RG: You’re making this too nuanced. How would I know how long I’m going to live in each place?
DTG: People know that all the time!
RG: I think integrity demands you find a team as a teen, or as a young adult at the latest, and stick with them.
DTG: Like you did with the Braves…
RG: OK. Post College at the latest. There can be exceptions but they need to be extreme.
DTG: I’ve given extreme exceptions and you just shoot them down. Why can’t you just admit you think everyone should do what you do? Like you are some great North Star.
RG: I don’t think that. My thesis is simple: Don’t—as an adult—change sports allegiances to a rival, especially a chief rival.
DTG: I still think you should root for the Cardinals once you move. They have knowledgable fans, a storied history, and no stupid song or flag they parade after they win.
RG: I’m going to miss singing “Go Cubs Go” with 38,000 other people. And that flag is awesome!
DTG: Chicago is always trying so hard, coming in third in big cities in the US. Which reminds me, do you know what would make a great Christmas movie? A New York cop in a Los Angeles hotel…
RG: GET OUT.
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9 thoughts on “Is It Ever OK to Change Sports Allegiances To A Rival? A Ridiculous Debate”
Come on over, Gowdy. The water is fine in Cardinal nation.
Due mainly to going to Bible College, I think I know more Card fans than Cubs fans. Though that is in part to Chicago being divided (not evenly) between Cubs and White Sox. Either way, the legion of St. Louis fans everywhere I’ve been is impressive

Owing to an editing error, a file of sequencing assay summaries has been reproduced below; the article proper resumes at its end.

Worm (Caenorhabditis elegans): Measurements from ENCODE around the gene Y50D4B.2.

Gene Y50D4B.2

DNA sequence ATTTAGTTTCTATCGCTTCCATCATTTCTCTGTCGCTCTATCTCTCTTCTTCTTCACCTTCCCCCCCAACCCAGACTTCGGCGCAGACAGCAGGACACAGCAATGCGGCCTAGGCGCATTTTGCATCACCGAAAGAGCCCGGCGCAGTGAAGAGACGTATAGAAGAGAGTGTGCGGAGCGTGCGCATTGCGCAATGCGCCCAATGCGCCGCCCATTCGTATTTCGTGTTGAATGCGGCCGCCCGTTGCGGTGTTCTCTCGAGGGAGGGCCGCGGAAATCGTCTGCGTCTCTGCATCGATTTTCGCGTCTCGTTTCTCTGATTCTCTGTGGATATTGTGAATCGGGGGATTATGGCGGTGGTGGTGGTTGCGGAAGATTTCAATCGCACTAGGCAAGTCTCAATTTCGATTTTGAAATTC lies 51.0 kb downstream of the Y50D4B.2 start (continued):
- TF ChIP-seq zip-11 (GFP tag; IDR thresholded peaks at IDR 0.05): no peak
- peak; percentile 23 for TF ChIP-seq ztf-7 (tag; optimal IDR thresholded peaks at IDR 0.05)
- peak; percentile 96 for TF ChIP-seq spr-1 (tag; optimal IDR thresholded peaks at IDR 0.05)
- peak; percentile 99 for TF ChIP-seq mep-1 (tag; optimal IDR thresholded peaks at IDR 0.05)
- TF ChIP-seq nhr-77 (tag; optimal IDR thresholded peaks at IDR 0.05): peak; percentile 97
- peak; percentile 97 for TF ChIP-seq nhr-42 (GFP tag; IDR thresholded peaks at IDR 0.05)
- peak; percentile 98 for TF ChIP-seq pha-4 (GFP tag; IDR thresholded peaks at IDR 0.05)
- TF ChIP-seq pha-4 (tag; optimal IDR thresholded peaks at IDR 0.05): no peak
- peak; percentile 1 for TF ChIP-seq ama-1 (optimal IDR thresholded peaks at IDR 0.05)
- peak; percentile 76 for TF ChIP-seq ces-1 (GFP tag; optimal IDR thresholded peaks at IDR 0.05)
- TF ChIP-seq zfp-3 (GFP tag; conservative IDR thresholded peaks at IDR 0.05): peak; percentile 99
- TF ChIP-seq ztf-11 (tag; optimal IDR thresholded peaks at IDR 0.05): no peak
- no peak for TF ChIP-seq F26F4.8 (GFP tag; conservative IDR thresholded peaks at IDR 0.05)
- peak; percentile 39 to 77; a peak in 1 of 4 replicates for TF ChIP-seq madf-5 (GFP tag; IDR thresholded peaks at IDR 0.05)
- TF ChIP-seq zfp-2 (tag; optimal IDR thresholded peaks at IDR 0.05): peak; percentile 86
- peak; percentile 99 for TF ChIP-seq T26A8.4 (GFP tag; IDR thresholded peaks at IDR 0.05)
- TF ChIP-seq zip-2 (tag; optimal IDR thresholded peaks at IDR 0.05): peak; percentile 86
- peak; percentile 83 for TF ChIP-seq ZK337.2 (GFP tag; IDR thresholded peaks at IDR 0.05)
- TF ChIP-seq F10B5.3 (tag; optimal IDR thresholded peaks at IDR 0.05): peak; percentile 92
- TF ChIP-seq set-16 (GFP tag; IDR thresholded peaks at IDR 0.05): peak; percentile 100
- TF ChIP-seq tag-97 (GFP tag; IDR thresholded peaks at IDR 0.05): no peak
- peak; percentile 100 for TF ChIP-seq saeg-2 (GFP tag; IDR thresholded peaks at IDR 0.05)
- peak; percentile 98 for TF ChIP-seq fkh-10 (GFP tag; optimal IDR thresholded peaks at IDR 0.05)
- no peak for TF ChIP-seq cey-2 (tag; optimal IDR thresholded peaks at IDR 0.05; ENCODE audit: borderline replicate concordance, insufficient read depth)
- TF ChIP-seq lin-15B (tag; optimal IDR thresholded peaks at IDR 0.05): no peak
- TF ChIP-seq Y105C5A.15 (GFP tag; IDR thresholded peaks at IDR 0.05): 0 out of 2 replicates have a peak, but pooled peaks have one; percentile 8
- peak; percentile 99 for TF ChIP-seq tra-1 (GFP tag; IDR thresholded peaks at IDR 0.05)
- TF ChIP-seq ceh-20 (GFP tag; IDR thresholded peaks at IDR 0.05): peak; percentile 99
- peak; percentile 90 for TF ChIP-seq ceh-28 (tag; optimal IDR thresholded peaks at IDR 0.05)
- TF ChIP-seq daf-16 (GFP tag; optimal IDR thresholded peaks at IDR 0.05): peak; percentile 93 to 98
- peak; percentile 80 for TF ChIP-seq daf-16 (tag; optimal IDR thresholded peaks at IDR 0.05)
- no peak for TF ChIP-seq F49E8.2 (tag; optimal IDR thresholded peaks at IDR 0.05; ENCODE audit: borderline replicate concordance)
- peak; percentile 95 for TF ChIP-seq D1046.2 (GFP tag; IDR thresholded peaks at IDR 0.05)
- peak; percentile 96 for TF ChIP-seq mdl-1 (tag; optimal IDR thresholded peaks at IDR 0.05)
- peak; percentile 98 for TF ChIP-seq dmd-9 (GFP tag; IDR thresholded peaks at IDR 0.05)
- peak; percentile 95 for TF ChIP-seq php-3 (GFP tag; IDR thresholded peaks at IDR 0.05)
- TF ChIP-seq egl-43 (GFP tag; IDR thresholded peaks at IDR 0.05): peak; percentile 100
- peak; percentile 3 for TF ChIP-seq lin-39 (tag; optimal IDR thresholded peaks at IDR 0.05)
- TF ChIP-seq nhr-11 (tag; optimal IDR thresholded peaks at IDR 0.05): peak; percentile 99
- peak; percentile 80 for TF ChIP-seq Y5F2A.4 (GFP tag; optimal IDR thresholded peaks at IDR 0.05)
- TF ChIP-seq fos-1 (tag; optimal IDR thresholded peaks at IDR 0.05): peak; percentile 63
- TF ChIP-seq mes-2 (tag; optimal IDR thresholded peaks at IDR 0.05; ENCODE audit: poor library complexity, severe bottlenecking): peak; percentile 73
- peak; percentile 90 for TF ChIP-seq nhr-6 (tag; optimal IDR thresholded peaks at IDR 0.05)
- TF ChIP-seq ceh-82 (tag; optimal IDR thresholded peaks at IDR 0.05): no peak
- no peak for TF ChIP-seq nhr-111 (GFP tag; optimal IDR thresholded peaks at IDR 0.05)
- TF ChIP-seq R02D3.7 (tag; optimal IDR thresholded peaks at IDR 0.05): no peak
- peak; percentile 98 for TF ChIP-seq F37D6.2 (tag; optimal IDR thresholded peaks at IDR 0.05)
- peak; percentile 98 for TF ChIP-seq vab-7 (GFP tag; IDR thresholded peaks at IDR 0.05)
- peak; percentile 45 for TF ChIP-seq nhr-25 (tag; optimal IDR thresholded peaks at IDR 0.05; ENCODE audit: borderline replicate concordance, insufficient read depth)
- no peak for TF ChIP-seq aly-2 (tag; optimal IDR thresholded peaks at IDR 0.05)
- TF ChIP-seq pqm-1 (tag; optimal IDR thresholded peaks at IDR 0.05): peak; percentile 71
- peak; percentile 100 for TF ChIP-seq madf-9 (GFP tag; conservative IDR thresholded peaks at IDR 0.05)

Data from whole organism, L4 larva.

Very nice. I think I would have to go with “you shouldn’t change on a whim, but you shouldn’t feel like you can’t ever change.”
That said, it’s up to you. I’m sure I’ll enjoy reading about the follow-up to whatever decision you make (or an ongoing struggle to just make the decision; either way, it’ll be interesting).
I have always found the “rules” people come up with for sports fandom very interesting, even if some people are prudes about it. I am serious above that I’ll never get the “pull for winners in every sport” game, but apart from that, there isn’t much I don’t think is fair game. Especially, as mentioned above, people who have had to move a lot or don’t live in a place like Chicago. I detoured from the main discussion on purpose to make that point, precisely because I have so many friends who qualify for that. And I actually have essentially zero friends at htis point in my life who pull for all winners. That was something a few teenagers I knew in high school did. And I wasn’t even that close to them.
This is fantastic!
Thanks! As long as people like it, I think I’ll try to find a new debate every 8-9 months I can have with myself. I’ve done one literature and two sports. I think I’ll try theology next.
Of course, you would become a Cards fan. Who would choose the Cubs over the Cards?
I’m more sympathetic to the Cards now than ever!